Shadows of the Past

Neanderthals may have been first human species to create cave paintings link



  • "Several times in the past 10 years scientists have had to rewrite the textbooks on Neanderthals, the latest species of human to go extinct. Once the archetype for primitive, uncivilised behaviour, the species, illuminated through fossil excavations and lately analysis of their genome, has emerged as being not too dissimilar from our own. Contrary to their dim-witted image Neanderthals have been found to have used tools, to have worn jewellery, and, lastly, to have interbred with our Homo sapiens ancestors to such an extent that 4% of every modern European's genome is traceable to Neanderthal origins."

A cave is very likely the home and origin of humanities first art. Actually not all "art" but painting/ drawing in particular. A cave creates an artificial and natural projection system which is not only similar to how camera's work - but also our own eyes. Our pupils are the entrance to the cave, and the light is then projected to the back of our eyes where it is transformed into signals to be processed by our brain. A camera with it's lens and light sensors work in almost the exact same way.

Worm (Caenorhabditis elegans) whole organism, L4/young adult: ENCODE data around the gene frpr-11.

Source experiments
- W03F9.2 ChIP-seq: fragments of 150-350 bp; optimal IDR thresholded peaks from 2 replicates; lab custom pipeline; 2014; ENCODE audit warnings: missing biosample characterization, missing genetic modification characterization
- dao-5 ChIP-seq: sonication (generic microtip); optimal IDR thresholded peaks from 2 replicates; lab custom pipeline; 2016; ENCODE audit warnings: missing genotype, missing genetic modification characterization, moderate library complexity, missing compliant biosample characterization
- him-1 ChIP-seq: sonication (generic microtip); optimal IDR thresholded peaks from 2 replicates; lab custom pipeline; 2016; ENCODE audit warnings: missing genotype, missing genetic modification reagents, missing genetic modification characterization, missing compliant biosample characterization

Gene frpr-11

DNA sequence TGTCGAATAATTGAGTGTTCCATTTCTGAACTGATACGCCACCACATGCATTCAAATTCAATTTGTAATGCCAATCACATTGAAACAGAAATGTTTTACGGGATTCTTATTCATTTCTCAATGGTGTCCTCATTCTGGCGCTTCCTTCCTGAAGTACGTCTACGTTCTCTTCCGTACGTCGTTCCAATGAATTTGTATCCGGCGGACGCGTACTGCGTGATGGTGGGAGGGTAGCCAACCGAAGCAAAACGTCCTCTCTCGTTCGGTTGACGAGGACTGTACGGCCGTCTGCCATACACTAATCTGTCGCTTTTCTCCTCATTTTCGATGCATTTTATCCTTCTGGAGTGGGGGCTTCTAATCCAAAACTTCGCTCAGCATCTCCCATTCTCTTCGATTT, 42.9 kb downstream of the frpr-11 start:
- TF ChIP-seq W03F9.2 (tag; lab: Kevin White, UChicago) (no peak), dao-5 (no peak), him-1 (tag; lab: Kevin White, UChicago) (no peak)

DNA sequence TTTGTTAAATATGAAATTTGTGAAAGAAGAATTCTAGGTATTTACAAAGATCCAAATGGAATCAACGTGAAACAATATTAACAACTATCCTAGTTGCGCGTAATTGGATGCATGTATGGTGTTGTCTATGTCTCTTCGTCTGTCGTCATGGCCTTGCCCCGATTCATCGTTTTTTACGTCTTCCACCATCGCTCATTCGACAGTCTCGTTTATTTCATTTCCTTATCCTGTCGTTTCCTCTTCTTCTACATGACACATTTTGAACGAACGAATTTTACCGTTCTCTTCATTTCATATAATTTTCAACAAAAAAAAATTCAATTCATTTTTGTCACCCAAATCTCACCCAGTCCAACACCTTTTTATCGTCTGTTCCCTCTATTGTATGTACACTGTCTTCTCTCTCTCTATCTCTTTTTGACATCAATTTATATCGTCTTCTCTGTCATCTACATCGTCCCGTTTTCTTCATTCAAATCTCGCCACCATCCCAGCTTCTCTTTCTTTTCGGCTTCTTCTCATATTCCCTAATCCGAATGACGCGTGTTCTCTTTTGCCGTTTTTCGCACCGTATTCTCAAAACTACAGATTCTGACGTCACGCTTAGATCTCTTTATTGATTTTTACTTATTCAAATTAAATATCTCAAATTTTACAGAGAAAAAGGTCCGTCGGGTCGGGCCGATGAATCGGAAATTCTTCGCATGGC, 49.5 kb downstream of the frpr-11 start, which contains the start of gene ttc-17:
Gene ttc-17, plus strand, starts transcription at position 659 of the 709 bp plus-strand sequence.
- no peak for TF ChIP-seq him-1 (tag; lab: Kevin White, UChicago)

It's ironic that the first and what seems to be the most basic of art - cave paintings - by "cave men" are precursors to humanities most advanced art forms.



"The camera obscura (Latin; camera for "vaulted chamber/room", obscura for "dark", together "darkened chamber/room"; plural: camera obscuras or camerae obscurae) is an optical device that projects an image of its surroundings on a screen. It is used in drawing and for entertainment, and was one of the inventions that led to photography and the camera. The device consists of a box or room with a hole in one side. Light from an external scene passes through the hole and strikes a surface inside where it is reproduced, upside-down, but with color and perspective preserved. The image can be projected onto paper, and can then be traced to produce a highly accurate representation."